FACT: In a blatant conflict of interest, Exec Meyer appointed Joseph Setting (Orphanage Property developer at the time, according to the WNJ, and still vested via multiple LLCs) and Michael Hoffman (of Tarabicos-Grosso, firm representing the Felician Sisters) to Chairman and sub-Chair positions on the NCC Parks Transition Team. Their job was to help Meyer prioritize parkland needs for every region of NCC. This was a clear conflict of interest, and Save The Orphanage Property (STOP) Advocates filed a formal complaint with the NCC "Ethics" Commission (NCCEC). The NCCEC would not go beyond a "preliminary" investigation, basing their conclusion on hearsay and/or very minimal inputs. They ruled that it was not a conflict of interest and did NOT appear improper, when in fact, placing Ogletown-S. Newark (aka “Route 4 corridor”) at #3 priority guaranteed the Orphanage Property would be lost to development based purely on lack of funds. The Parks budget barely had enough to cover #1 and #2 – Red Lion and Middletown – whose land was either donated or already owned by NCC. Purchase of the Orphanage Property should have easily been #1, given the one chance-only opportunity it represented.

FACT: Senator Townsend and Rep Osienski would NOT intervene, assert themselves and/or participate in Orphanage Property buyout negotiations; instead, they trusted and allowed their NCC Democratic colleague -- newly elected County Executive Matt Meyer -- to handle all negotiations on behalf of saving the Orphanage Property. Despite pleas from Advocates to oversee Meyer's negotiations, and the chance of losing this one chance-only opportunity for a park, both would not get involved and they wouldn't even enlist the highest office for help - the Governor.

FACT: (According to Townsend through emails and phone calls): Exec Meyer FAILED to include several basic conditions in his written buyout offers that he had personally promised the Sisters in prior meetings (i.e. who's going to plow the snow at the entry road, etc). According to Meyer, there were four buyout offers -- but it was later found that only two were in any way usable. Because Diller had publicly stated in public and in an e-mail to her Constituents that she was “Done and Finished” and would not support the objections to the development -- and there was no State Legislator oversight in spite of them sharing constituents and being equally vested -- none of this was rectified.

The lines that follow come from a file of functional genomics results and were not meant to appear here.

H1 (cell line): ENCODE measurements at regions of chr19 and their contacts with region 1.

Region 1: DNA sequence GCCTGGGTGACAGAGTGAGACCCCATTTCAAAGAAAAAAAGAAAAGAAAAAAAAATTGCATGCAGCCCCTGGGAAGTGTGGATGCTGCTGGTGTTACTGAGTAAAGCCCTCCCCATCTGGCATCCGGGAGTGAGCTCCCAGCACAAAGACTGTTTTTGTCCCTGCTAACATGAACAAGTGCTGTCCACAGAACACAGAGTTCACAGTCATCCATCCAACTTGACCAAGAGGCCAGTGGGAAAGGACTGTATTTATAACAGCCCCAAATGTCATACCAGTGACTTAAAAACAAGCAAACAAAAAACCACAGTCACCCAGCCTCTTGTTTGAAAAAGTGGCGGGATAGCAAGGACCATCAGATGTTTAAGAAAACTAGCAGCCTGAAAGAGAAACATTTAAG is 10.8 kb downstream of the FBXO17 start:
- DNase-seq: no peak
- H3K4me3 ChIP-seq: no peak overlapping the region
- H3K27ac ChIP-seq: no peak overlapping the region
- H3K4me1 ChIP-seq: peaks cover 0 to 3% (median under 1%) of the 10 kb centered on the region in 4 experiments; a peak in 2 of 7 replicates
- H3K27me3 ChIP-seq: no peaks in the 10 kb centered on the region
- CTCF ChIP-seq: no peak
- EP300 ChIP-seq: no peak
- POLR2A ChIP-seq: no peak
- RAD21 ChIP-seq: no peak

FACT: (According to Townsend through emails and phone calls): Meyer refused to offer above appraised value for the Orphanage Property, despite approx $1M dollars already spent in developer planning, engineering and labor that would have to be absorbed. The Felician Sisters, in favor of the park themselves, offered to "meet halfway" on that, as long as Meyer produced a viable offer with basic conditions met. Meyer hesitated, sticking to his non-viable offer, then he waited a couple of months for the Sisters to "counter". Upon not hearing from NCC and Meyer, the Sisters had to commit one way or the other. With so much uncertainty surrounding Meyer and government funding in general, the last Orphanage Property deadline passed and the land was locked in for development. Again, because there was no State Legislator oversight -- in spite of them sharing constituents and being equally vested -- none of this was or could be rectified.